when i fell down, i fell not just on the earth of green hope farm. i fell into lots of caring hands. the hands of so many people lifted me up from the ground these past six weeks. people with casseroles, people with heartfelt cards and letters, people with chocolate, people with comforting books, people with jokes, people with tenderness, people with mending, healing hands supporting my hands.
the day i broke my arm, the doctor reading the x-rays in the emergency room asked me if i knew i had broken my arm before and had not had it set properly. i looked at the x-ray and at the shadowy image of that misshapen arm bone that mended itself as best it could, and i sent love and prayers back to little Molly who navigated such an ordeal all alone. sadly, i knew this the arm was one of many bones i mended in this broken, alone way.
one of the many gifts of this experience has been receiving so much more love and appropriate care than happened in my childhood. i know i keep going on and on about this, as much as it could be said to go on and on when only writing an entry a week, but this outpouring of love will always remain a profound healing experience for me.
as a child, i had no frame of reference to know i deserved better than to mend a broken arm, broken rib, broken foot, broken heart by myself. this led to a good many adult years trying to live by what i imagined to be a necessary creed of independence. coming into this experience, i was bone weary. my mistaken ideas that we can and must do most things alone had been worn down to a nubbin, but still, i often resisted asking for necessary help out of my old wounded ideas about the need to “do it all by myself” i don’t think i could have survived my childhood any other way, but i am most grateful to have been given a chance to let go of this sad and lonely way of being once and for all. getting to let go of this creed is an enormous part of the grace of this experience.
i have heard that habits can begin to change in as little as four days though this sounds rather simplistic to me who has held on to so many counter productive habits for more than fifty years. i have been fortunate enough to have my patterns of living interrupted for a much more extended period of time than four days. as a consequence, i am deeply hopeful that some of my habits of a lifetime have been broken down. and if not yet, maybe soon, since it is going to be awhile before i am living with two working hands again.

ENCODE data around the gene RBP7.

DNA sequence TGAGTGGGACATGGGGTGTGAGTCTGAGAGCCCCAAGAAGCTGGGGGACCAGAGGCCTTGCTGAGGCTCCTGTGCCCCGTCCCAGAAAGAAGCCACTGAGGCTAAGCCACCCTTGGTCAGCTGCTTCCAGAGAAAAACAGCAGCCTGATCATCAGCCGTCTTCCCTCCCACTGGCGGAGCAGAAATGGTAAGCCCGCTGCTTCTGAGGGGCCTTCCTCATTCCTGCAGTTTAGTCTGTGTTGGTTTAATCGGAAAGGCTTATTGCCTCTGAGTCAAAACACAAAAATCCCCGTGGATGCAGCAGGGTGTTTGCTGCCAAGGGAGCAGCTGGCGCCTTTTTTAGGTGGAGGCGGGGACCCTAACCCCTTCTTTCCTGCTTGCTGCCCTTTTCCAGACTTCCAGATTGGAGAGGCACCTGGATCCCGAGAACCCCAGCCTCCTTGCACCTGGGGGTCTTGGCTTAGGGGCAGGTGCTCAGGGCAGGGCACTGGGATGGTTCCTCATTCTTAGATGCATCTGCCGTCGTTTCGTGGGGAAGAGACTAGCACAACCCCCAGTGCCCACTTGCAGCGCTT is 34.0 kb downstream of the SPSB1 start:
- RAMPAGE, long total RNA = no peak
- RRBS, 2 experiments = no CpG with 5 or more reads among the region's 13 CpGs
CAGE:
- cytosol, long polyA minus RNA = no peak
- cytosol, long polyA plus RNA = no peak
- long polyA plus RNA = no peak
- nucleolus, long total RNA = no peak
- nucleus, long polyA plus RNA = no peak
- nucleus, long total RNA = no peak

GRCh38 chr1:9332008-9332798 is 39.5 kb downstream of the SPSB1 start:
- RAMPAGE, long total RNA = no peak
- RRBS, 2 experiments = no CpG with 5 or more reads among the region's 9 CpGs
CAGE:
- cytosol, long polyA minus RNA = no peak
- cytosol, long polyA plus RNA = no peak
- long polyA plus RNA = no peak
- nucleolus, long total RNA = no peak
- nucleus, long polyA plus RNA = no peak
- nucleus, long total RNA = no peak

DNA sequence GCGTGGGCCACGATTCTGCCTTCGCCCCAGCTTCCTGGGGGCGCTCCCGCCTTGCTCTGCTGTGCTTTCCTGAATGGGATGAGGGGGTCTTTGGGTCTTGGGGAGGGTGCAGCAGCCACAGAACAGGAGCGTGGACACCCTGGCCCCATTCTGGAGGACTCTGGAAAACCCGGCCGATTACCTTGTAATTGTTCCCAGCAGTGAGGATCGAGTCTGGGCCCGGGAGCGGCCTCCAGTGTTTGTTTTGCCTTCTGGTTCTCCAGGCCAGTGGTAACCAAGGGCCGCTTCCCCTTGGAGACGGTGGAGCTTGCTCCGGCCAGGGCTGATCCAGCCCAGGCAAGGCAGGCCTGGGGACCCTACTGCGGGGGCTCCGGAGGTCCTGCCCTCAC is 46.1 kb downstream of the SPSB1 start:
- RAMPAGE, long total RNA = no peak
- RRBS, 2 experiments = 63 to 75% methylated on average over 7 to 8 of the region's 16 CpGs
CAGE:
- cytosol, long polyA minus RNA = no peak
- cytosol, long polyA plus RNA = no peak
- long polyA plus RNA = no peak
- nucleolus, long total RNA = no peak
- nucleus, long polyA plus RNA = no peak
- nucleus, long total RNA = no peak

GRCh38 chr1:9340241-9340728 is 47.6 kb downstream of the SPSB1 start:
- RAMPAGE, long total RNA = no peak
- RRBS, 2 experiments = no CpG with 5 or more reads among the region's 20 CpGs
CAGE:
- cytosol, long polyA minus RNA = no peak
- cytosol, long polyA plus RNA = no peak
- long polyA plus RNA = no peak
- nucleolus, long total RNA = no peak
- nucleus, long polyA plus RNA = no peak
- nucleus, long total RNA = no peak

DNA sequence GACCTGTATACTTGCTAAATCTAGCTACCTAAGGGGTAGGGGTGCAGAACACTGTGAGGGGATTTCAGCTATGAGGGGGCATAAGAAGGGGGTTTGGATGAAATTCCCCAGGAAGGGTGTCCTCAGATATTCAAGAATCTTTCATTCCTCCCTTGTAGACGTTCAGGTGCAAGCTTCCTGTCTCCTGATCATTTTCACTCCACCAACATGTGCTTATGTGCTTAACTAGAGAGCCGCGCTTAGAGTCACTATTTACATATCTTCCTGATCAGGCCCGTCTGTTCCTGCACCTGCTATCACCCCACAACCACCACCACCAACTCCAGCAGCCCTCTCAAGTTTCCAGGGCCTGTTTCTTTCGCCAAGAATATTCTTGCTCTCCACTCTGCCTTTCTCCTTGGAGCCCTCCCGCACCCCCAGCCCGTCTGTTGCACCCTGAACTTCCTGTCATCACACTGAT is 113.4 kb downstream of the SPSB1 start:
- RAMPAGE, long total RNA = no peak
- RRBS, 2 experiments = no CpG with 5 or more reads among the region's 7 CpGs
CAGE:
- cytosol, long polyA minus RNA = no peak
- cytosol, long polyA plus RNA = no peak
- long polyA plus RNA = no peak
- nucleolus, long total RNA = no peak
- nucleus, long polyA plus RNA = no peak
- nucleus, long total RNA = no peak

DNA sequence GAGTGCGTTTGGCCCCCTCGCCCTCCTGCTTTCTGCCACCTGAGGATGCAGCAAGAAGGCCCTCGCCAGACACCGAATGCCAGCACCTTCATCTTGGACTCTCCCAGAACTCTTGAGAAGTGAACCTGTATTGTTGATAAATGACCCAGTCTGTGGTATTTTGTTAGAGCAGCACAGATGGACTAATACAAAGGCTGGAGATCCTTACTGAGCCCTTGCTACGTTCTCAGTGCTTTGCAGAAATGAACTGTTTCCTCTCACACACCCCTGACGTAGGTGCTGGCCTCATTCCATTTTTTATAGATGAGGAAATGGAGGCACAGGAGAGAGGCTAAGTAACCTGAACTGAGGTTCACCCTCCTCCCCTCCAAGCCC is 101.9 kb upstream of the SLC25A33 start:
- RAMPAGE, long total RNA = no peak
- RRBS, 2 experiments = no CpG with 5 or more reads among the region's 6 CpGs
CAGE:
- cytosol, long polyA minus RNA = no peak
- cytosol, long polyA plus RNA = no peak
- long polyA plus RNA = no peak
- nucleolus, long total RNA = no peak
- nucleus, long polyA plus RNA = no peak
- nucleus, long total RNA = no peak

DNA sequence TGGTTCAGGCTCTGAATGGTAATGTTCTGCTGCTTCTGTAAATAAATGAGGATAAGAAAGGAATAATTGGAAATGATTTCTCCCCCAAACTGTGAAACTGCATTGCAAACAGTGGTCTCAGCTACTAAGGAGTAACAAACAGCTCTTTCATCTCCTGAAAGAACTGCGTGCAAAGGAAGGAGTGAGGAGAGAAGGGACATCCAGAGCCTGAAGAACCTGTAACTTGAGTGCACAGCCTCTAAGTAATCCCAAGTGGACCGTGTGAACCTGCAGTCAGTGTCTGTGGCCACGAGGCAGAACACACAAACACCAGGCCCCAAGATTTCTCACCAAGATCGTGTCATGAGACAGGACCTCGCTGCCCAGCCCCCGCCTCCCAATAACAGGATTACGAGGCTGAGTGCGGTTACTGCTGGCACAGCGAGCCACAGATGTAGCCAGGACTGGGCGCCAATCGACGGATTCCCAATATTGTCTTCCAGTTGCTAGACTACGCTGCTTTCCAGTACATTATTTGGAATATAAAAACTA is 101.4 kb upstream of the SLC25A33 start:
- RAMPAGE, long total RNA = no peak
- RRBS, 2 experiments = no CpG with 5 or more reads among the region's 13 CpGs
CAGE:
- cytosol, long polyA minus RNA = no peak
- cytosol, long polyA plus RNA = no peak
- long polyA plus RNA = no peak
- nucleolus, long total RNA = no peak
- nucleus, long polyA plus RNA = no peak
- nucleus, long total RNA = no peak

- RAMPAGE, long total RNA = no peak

by necessity, my habits of self reliance have been abandoned. i have come to accept that if i want ice for my arm, i need to ask for it and the sweet souls taking care of me will get ice for me cheerfully. i have discovered that the universe won’t collapse if they take care of me instead of me always taking care of them. it is all quite a relief to discover that i am not just alive because of my chambermaid skills.
i have started to work with a hand therapist to begin to get my hand moving again. my wrist is presently unable to bend, but i have about eighty exercises to do each day to begin this part of my healing journey. it is so interesting to talk to a person called to serve the magic of hands. it is so eye opening to understand everything that my hands did without me thinking about them and to share this with a hand therapist that understands my new passionate love of my hands.
as i go forward towards hands restored and more deeply loved, i will continue to relish the skills my hands so freely gave before this break to shovel, to type FAST, to knead bread, to hug, to knit and in every way to give, but now i will also be more wide awake to their gifts to receive, to be held gently, to cradle love freely given. wrists are said to be all about the flow of energy into and out of the body. how lovely to be given this opportunity to let more love be received in my wide open hands.